Why is talk therapy not “fixing” my trauma?

| Gwen Soat, LCMHCA

You’ve talked about it. No matter how hard it was, you talked about it. You may have shared your story, for better or worse. You have described the incident, put words to the pain. Talking about it is hard and you’ve done the hard thing. So, why is it still haunting you?  

Talk therapy, what many people think of when they are thinking of therapy, is a beneficial, well-studied form of mental health treatment. While this may be true for many other mental health concerns, it may fall short for people seeking treatment for trauma. Talk therapy relies on cognition and verbal processing, a function that takes place primarily in the left side of your brain. Trauma targets your nervous system. These memories are more than just thoughts – they were experiences [1]. 

Defining Trauma

Trauma is derived from the Greek word for “wound.” It is an event that threatens someone’s safety, their sense of self, and their control. These events bombard our nervous system, causing our bodies to cope and adapt to the toxic stress. This can elicit feelings of hopelessness [1]. 

Big ‘T’ Trauma → These Traumas are what many people think of when they hear “trauma.” These are often threats to life (e.g., war, car accident, natural disaster, school shooting, death of a parent, abuse, sexual violence, etc.) [2]. 

Little ‘t’ trauma (adversarial experiences) → These traumas cause significant distress, but usually do not involve violence or life-threatening circumstances (e.g., break-ups, friend break-ups, bullying, loss of a job, etc.) [2].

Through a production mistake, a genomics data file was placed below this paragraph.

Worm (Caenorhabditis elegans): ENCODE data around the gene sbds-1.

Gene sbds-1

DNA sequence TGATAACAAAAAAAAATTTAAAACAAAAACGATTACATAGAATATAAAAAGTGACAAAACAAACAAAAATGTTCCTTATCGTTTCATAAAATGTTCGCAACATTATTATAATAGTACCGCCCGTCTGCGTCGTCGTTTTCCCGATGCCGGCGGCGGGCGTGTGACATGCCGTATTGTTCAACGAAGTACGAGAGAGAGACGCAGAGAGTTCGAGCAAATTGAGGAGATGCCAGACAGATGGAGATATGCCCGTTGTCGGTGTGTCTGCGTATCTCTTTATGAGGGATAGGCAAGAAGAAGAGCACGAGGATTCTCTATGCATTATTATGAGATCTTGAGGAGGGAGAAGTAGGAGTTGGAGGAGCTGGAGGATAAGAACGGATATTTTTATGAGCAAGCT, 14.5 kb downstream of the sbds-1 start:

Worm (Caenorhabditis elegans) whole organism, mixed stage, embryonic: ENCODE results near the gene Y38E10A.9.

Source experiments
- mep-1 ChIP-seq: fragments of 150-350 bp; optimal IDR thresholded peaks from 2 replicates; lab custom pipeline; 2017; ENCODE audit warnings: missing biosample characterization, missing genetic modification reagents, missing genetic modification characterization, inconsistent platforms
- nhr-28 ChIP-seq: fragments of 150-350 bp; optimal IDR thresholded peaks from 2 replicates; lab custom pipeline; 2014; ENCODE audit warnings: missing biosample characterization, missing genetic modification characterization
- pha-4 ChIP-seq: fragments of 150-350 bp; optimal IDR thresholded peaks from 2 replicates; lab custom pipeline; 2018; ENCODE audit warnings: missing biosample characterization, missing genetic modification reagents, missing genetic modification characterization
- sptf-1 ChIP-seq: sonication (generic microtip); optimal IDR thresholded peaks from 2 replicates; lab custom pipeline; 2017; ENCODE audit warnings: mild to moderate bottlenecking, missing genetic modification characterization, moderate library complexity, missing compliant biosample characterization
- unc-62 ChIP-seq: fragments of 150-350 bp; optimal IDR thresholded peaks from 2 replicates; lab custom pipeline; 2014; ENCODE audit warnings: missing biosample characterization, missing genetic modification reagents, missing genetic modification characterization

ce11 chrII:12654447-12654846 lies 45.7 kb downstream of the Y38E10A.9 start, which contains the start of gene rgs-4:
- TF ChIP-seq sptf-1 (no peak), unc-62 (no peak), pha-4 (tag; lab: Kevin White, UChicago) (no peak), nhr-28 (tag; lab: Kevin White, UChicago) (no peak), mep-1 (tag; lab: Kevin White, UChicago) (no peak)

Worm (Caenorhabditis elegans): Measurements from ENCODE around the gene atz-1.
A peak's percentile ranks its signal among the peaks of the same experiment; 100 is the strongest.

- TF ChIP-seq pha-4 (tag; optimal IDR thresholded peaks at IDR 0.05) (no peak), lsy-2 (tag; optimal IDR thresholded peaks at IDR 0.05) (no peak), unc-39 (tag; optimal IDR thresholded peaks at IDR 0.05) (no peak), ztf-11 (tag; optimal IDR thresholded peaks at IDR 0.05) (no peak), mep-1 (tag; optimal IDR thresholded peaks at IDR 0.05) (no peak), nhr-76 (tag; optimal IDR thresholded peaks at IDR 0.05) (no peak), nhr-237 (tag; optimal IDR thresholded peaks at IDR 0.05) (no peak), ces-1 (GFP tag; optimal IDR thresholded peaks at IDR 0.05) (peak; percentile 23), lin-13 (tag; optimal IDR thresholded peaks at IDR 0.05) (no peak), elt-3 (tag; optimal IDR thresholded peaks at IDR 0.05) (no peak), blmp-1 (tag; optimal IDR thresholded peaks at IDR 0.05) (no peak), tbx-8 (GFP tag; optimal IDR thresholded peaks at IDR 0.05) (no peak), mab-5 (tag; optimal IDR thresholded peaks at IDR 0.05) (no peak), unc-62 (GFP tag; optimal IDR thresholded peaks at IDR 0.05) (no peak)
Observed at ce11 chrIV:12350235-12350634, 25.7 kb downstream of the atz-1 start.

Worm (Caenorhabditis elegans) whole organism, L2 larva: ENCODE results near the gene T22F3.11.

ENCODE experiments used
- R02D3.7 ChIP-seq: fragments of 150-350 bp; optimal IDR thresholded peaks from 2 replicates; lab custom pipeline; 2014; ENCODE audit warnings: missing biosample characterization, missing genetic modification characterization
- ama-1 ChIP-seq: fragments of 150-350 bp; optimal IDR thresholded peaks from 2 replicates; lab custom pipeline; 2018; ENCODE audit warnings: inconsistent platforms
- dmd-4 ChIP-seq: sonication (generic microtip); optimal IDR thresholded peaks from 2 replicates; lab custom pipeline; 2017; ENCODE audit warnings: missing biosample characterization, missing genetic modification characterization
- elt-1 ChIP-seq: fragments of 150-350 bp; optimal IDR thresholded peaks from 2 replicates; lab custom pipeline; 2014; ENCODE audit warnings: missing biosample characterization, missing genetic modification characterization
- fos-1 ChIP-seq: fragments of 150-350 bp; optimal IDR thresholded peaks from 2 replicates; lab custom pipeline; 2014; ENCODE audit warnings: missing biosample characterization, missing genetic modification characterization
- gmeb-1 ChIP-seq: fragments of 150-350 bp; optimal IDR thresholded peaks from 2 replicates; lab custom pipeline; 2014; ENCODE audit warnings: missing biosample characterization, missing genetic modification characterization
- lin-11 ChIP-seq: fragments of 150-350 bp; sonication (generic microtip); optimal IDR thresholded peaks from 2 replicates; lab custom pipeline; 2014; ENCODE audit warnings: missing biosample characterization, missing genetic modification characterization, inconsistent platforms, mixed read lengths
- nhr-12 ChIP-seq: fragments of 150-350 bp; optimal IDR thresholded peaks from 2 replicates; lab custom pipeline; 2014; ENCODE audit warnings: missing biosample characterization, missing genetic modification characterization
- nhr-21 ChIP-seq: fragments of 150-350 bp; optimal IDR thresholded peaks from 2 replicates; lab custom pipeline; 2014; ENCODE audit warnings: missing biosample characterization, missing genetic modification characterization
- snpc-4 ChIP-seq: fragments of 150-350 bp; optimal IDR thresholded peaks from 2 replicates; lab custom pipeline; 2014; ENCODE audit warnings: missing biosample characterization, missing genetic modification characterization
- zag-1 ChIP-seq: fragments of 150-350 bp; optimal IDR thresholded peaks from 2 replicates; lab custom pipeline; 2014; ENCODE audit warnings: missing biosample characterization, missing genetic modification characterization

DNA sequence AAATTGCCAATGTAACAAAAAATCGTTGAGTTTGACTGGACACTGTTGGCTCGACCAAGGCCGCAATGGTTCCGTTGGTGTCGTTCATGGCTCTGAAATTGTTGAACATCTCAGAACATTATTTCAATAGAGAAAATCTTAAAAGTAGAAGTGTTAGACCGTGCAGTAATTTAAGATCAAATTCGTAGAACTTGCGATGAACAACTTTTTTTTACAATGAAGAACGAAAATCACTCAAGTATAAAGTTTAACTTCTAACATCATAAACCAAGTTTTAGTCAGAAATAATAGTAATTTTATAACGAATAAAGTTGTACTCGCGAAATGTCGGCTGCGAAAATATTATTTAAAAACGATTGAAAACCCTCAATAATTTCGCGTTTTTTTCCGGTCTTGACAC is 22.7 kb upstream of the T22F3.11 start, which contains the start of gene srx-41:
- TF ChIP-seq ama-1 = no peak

Remember, whether or not something is traumatic is not for you or for your therapist to decide, the experience is dictated by how your nervous system reacts. While stress can be a normal part of our experience, toxic stress can wreak havoc on our bodies due to our body’s natural response to adapt to adversity [1]. 

Eye Movement Desensitization and Reprocessing (EMDR)

EMDR is not talk therapy, it’s a form of therapy for your nervous system, a memory-therapy. EMDR focuses on how the storage of your memories is currently impacting your present day experience [1]. 

When our bodies adapt to cope with toxic stress, it can disrupt our nervous system’s processing and integration. When this happens, memories can become stuck. These traumas, the adversarial experiences, can become stuck in your body; in a sense, your nervous system can become “hijacked” which often appear as triggers [1]. 

EMDR focuses on your central nervous system (where your memories reside) and your autonomic nervous system (where your feelings and sensations are stored). There is not as much talking in EMDR. Instead, the therapy focuses on interacting with the trauma inhabiting your body to help the memory become “unstuck” to lessen your distress [1].

Utilizing a body-focused style of treatment can desensitize your nervous system, reducing your distress. It is not a quick fix, but it is another option. Your body has done what it is meant to do, it has protected you the best way it has known how to, even in the face of trauma or adversarial experiences. Talk therapy can be wonderful to help process this pain. Bringing in memory-focused therapies, such as EMDR, can help your body process it too. We can meet your body in this space and work on alleviating some of this distress by trying to help unweave what has gotten stuck. 


Kase, R. (2021). EMDR basic training: Part 1 manual. Rebecca Kase & Co, LLC. https://kaseandco.com/ 

Newport Institute (2022). Big T vs. little t trauma in young adults: Is there a difference? The Newport Institute. https://www.newportinstitute.com/resources/mental-health/big-t-little-t-trauma/

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